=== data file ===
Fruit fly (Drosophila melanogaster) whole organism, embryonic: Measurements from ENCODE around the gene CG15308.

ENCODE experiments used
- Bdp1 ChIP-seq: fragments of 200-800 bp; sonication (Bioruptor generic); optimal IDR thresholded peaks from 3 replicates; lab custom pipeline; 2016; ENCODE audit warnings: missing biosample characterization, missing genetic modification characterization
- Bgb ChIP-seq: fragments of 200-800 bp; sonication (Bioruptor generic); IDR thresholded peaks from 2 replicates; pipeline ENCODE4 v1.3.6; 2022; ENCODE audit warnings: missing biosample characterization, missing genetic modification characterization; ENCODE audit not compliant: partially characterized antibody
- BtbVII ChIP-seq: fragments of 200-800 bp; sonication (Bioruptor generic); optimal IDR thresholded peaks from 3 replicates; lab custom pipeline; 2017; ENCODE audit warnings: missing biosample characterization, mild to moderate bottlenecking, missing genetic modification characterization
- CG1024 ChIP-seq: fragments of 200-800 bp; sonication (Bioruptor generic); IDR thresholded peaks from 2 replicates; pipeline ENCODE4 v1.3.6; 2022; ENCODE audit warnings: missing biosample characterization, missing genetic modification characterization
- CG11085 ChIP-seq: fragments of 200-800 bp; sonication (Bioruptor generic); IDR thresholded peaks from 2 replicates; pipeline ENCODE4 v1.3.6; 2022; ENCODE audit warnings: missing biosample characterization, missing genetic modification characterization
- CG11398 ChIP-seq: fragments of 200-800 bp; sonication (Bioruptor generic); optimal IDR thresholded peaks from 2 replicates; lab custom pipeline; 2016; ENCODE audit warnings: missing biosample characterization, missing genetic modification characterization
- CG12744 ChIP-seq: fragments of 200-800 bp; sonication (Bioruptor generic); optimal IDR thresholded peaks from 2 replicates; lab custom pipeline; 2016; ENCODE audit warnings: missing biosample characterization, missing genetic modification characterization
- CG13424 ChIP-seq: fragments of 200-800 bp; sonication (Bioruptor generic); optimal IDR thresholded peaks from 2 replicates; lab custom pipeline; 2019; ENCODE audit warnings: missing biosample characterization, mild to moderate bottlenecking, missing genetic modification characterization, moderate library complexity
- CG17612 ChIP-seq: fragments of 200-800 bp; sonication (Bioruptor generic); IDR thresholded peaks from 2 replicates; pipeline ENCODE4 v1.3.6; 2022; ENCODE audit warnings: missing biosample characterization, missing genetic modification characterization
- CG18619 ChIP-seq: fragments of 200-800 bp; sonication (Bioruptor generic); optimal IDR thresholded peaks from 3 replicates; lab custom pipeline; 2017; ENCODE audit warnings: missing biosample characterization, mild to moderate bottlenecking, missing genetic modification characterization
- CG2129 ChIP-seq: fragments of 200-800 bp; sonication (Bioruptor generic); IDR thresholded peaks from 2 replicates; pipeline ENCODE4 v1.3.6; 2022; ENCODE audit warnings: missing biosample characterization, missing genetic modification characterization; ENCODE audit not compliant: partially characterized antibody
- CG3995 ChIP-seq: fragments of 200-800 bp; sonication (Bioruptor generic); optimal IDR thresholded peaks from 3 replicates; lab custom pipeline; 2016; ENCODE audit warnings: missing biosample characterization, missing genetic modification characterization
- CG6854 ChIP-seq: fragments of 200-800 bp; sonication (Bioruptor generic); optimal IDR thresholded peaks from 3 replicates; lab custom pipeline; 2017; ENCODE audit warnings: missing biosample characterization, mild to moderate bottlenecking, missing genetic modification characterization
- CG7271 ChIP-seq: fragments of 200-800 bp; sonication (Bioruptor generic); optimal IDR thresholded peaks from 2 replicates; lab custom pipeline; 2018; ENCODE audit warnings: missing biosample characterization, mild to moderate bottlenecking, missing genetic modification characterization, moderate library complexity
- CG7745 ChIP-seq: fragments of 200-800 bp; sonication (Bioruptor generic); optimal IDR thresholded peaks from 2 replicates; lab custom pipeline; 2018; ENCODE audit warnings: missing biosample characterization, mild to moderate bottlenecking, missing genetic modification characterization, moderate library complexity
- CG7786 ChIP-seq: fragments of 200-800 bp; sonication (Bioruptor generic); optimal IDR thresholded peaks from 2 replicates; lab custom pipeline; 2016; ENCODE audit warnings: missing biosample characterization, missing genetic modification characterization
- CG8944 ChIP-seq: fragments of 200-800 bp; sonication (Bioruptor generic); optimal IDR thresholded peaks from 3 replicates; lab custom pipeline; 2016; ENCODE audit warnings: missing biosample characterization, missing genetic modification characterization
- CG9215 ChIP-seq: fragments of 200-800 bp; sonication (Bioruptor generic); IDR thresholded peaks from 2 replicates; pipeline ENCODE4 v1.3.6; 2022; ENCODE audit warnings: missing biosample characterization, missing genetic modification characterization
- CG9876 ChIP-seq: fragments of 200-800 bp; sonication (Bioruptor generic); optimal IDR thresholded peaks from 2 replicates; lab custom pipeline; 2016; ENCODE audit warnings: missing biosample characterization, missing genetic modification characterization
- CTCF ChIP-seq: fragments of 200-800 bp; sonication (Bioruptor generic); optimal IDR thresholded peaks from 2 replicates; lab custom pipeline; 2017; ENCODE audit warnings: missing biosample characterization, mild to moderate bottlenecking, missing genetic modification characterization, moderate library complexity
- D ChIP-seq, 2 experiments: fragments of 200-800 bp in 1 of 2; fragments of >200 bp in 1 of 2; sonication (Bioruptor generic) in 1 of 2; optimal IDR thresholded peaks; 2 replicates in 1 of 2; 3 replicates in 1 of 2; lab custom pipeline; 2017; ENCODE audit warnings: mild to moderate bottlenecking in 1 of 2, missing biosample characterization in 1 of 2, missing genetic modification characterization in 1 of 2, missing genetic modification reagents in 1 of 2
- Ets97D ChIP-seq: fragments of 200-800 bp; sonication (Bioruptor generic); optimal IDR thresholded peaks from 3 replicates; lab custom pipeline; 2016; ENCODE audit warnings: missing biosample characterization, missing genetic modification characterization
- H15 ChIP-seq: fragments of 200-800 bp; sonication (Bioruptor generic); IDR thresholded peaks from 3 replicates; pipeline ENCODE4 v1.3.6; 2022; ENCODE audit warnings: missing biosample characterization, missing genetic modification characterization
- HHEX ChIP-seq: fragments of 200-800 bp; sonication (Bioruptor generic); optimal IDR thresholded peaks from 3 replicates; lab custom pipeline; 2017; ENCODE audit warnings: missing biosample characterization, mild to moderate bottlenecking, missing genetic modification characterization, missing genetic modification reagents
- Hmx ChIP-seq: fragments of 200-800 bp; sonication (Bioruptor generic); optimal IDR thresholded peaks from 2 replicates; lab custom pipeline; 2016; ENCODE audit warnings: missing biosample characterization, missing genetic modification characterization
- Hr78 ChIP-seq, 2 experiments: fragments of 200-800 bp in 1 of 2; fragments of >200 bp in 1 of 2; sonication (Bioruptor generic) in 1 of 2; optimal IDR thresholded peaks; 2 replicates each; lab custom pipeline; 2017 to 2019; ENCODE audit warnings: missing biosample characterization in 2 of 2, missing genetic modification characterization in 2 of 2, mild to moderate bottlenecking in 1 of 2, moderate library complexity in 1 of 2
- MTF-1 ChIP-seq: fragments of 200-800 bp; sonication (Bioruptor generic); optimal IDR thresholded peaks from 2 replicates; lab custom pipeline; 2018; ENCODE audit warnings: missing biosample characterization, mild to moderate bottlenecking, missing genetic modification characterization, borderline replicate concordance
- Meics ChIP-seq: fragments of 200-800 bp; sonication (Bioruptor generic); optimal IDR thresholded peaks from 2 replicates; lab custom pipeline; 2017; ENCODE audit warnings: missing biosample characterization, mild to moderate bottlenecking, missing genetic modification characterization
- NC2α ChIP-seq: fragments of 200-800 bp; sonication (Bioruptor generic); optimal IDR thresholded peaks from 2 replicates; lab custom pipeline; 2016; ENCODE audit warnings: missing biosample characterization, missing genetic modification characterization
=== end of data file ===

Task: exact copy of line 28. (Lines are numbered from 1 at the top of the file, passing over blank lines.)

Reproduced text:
- Hr78 ChIP-seq, 2 experiments: fragments of 200-800 bp in 1 of 2; fragments of >200 bp in 1 of 2; sonication (Bioruptor generic) in 1 of 2; optimal IDR thresholded peaks; 2 replicates each; lab custom pipeline; 2017 to 2019; ENCODE audit warnings: missing biosample characterization in 2 of 2, missing genetic modification characterization in 2 of 2, mild to moderate bottlenecking in 1 of 2, moderate library complexity in 1 of 2